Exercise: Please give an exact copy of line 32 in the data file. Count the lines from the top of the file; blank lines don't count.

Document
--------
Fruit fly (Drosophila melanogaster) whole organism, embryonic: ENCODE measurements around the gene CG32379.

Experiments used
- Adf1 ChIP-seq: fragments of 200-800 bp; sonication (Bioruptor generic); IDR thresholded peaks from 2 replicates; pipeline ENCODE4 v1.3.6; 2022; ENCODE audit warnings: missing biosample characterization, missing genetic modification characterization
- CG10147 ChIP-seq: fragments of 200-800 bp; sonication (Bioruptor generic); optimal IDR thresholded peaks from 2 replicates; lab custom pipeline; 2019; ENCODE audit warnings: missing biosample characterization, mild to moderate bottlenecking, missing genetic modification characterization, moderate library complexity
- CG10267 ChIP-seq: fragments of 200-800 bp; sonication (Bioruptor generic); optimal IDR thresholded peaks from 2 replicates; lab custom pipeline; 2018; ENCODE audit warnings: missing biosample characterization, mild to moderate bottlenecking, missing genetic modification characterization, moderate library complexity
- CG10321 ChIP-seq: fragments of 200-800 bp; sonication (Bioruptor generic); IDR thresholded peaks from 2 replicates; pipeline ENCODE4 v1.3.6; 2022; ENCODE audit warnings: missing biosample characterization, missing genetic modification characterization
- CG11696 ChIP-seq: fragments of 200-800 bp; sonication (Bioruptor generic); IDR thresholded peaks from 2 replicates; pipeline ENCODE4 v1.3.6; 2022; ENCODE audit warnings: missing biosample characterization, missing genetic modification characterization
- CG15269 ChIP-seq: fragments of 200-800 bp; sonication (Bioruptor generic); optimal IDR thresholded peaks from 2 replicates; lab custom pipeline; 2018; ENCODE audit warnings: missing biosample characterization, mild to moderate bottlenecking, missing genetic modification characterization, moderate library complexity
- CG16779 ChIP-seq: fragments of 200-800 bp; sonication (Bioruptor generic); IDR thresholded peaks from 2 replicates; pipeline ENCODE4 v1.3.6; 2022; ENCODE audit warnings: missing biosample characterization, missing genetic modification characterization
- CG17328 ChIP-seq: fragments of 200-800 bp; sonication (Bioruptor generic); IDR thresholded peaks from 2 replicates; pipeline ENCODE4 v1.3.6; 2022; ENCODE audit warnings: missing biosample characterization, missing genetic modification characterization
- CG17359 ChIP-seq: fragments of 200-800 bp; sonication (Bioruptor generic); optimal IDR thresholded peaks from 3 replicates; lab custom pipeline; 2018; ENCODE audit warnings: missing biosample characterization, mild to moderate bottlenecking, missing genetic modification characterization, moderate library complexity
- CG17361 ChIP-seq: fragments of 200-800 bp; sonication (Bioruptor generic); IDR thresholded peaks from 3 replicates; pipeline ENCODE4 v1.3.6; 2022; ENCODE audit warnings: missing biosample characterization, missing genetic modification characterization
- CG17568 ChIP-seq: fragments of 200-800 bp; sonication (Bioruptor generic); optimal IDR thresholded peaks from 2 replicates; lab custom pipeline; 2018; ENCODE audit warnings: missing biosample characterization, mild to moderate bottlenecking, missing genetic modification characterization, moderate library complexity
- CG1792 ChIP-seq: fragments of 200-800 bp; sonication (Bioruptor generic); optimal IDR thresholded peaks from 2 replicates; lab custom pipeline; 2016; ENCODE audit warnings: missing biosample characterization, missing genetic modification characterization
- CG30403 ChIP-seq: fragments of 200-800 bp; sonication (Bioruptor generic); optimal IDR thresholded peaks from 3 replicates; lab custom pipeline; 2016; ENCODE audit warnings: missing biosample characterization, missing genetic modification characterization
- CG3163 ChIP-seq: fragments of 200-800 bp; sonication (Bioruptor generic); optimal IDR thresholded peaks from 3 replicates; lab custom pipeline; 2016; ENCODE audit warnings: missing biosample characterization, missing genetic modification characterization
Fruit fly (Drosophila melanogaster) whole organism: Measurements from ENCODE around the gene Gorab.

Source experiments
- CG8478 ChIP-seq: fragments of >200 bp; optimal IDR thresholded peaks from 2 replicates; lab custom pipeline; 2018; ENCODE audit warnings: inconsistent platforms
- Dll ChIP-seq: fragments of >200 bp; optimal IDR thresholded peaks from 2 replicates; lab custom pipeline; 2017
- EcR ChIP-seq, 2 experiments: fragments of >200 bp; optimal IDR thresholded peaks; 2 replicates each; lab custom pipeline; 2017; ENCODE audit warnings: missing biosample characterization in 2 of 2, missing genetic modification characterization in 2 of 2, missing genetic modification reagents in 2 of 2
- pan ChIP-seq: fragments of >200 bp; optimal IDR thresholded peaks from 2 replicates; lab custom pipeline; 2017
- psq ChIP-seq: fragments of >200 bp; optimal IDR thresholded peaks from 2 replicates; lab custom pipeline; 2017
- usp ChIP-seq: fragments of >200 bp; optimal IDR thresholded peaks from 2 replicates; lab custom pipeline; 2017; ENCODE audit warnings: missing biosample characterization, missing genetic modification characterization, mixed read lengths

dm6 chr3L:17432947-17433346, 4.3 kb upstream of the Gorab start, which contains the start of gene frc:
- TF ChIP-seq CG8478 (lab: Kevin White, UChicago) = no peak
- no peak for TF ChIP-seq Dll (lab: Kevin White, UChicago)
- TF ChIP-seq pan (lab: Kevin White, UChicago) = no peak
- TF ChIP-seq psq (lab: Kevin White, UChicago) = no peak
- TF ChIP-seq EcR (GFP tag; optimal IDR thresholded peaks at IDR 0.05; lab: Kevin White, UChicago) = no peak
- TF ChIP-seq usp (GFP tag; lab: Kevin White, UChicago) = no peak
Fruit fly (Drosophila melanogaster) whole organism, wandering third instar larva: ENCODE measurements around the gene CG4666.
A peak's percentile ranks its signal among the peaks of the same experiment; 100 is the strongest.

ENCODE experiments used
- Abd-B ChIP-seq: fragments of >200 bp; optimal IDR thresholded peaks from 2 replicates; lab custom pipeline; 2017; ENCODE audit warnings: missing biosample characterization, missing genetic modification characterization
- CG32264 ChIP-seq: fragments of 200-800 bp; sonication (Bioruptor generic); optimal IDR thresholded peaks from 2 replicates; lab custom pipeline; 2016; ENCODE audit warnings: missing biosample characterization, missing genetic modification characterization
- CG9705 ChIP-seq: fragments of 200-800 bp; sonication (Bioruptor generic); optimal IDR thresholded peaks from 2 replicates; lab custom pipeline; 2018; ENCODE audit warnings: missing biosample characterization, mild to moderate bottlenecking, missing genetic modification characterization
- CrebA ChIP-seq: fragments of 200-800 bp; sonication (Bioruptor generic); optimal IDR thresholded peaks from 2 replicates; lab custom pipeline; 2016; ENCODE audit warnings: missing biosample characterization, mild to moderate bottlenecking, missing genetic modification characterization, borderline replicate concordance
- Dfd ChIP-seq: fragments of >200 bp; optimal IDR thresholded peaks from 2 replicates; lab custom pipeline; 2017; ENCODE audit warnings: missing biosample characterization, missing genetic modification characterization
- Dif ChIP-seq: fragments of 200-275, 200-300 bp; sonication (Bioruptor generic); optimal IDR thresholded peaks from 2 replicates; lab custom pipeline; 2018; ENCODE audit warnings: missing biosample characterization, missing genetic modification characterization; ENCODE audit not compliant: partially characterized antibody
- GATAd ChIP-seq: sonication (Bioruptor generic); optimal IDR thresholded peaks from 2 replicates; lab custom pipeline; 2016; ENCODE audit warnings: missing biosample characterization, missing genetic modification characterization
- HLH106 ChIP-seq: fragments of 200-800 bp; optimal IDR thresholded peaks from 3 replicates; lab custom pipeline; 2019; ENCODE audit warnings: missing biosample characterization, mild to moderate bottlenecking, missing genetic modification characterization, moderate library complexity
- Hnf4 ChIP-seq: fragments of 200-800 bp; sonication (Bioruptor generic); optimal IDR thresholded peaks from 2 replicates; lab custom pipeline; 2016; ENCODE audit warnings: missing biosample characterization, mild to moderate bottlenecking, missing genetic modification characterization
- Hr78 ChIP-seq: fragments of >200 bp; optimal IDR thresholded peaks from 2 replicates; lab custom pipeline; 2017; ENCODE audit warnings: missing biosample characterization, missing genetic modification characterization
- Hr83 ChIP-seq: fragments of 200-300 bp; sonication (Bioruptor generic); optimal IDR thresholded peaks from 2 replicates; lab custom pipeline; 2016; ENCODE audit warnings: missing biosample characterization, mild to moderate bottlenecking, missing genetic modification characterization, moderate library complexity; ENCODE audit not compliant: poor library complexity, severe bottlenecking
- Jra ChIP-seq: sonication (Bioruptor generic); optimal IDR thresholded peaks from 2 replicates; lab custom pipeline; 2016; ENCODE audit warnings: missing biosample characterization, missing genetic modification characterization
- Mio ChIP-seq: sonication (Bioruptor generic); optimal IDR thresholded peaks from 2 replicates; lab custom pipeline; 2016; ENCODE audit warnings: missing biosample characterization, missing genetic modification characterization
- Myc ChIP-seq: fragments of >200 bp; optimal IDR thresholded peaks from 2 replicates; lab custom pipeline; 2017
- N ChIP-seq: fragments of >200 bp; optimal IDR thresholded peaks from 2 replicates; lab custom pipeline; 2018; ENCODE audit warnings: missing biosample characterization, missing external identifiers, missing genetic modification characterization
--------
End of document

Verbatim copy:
Fruit fly (Drosophila melanogaster) whole organism, wandering third instar larva: ENCODE measurements around the gene CG4666.